Friday, October 12, 2018

Tribune announces choices for retention ballot, contested subcircuit seats

Updated and corrected, October 17, 2018

I begin, as I almost always seem to do when talking about the Tribune, with a complaint.

In yesterday's editorial announcing its preferences on Cook County judges seeking retention this November, the Tribune intones:
This year, 59 Cook County Circuit Court judges are seeking retention. They’re near the end of the ballot, listed in seemingly random order. How are you supposed to cast an informed vote?
Did you pick up the objectionable phrase?

If you said "seemingly random order" give yourself a gold star for critical news-reading abilities.

As the Tribune editorialists know, or should know, judges are listed on the retention ballot grouped according to seniority. Judges with equal seniority (those first taking office on the first Monday in December in the year in which they were first elected) are listed in alphabetical order. In this election, there are judges seeking retention for were first elected in 1988, 1994, 2000, 2006, and 2012.

Now, perhaps that's too windy an explanation for the dwindling cadre of newspaper readers. I understand.

But, if a newspaper need not always educate, it can at least try to avoid being misleading. If the Tribune had merely said that the retention judges are listed "in order of seniority," that would at least be accurate, if not entirely complete. And that more accurate phrase would be shorter than the Tribune's choice of "seemingly random order," if only by a couple of letters.

The Tribune urges a "yes" vote for all judges seeking retention, with three exceptions.

The exceptions are Judges Maura Slattery Boyle, Matthew Coghlan, and Lisa Ann Marino. The Tribune's comments concerning each (along with their respective 'vote no' punch numbers) were as follows:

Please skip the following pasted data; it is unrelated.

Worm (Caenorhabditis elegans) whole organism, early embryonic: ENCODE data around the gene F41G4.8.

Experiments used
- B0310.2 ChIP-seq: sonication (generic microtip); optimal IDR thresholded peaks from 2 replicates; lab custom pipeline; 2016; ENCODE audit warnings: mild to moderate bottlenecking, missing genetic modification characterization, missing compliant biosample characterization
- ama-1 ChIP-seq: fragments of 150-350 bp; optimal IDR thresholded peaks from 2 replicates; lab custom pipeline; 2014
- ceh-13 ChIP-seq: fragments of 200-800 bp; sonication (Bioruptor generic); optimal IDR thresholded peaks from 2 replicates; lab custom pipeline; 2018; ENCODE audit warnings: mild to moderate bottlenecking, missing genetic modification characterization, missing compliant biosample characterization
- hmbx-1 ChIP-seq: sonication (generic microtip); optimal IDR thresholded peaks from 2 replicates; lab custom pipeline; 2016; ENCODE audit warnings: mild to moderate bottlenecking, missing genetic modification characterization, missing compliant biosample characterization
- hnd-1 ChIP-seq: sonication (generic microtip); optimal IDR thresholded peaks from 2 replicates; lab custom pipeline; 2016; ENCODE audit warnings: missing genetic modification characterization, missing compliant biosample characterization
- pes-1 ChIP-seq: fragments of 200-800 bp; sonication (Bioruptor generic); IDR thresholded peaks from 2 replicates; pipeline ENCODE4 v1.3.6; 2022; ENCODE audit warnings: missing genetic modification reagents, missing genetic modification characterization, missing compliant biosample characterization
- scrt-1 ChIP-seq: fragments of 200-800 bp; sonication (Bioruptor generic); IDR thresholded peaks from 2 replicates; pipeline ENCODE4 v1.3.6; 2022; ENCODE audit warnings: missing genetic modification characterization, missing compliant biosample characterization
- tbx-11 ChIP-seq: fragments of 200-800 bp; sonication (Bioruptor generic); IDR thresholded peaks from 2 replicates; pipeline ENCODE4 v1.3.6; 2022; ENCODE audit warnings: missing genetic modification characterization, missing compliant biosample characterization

228: Judge Maura Slattery Boyle was rated “not qualified” by the Council of Lawyers. The group says she can be insensitive to criminal defendants and “issues very harsh sentences” compared to other judges. We’re more concerned about her track record for having cases reversed on appeal. The council’s report cites two examples in which the Appellate Court found evidentiary errors so serious that it sent the cases back with instructions to assign them to a different judge. That undermines confidence in our criminal justice system.

232: Judge Matthew Coghlan also was rated “not qualified” by the Council of Lawyers, which cited a case in which the Appellate Court twice overturned his decision not to grant a rehearing for a defendant who said he’d confessed to murder after being tortured by detectives working for disgraced Chicago police Lt. Jon Burge. Remarkably, the Cook County Democratic Party — which routinely urges a “yes” vote on all Democratic judicial candidates, regardless of performance — is recommending a “no” vote on Coghlan. That’s based largely on his alleged role as a prosecutor in two wrongful convictions.